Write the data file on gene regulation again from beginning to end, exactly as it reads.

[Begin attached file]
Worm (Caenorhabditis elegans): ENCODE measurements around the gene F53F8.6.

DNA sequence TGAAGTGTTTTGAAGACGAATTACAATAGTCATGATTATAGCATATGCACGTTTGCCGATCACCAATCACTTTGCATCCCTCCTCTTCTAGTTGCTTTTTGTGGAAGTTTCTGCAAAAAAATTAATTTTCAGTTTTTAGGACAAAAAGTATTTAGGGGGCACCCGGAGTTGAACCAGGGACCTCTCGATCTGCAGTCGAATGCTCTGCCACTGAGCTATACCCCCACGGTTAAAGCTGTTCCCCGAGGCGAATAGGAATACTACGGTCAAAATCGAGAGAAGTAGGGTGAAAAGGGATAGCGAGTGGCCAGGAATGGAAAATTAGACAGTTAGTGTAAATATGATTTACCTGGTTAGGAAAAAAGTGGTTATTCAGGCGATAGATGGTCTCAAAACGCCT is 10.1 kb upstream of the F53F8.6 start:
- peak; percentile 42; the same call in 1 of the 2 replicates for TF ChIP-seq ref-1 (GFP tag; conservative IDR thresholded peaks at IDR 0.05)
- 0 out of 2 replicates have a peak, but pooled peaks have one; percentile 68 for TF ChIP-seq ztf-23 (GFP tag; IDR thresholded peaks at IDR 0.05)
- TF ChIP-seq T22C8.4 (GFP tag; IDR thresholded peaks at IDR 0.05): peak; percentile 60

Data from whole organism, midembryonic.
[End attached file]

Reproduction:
Worm (Caenorhabditis elegans): ENCODE measurements around the gene F53F8.6.

DNA sequence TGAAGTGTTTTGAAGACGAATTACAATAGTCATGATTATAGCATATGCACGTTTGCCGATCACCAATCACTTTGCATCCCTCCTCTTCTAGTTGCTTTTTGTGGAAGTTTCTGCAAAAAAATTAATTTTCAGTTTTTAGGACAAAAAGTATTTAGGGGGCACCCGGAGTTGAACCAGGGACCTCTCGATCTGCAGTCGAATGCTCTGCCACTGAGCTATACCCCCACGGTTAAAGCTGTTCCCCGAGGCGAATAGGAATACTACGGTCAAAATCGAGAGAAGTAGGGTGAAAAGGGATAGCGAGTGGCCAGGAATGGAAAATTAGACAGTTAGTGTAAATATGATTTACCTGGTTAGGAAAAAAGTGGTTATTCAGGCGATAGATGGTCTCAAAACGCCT is 10.1 kb upstream of the F53F8.6 start:
- peak; percentile 42; the same call in 1 of the 2 replicates for TF ChIP-seq ref-1 (GFP tag; conservative IDR thresholded peaks at IDR 0.05)
- 0 out of 2 replicates have a peak, but pooled peaks have one; percentile 68 for TF ChIP-seq ztf-23 (GFP tag; IDR thresholded peaks at IDR 0.05)
- TF ChIP-seq T22C8.4 (GFP tag; IDR thresholded peaks at IDR 0.05): peak; percentile 60

Data from whole organism, midembryonic.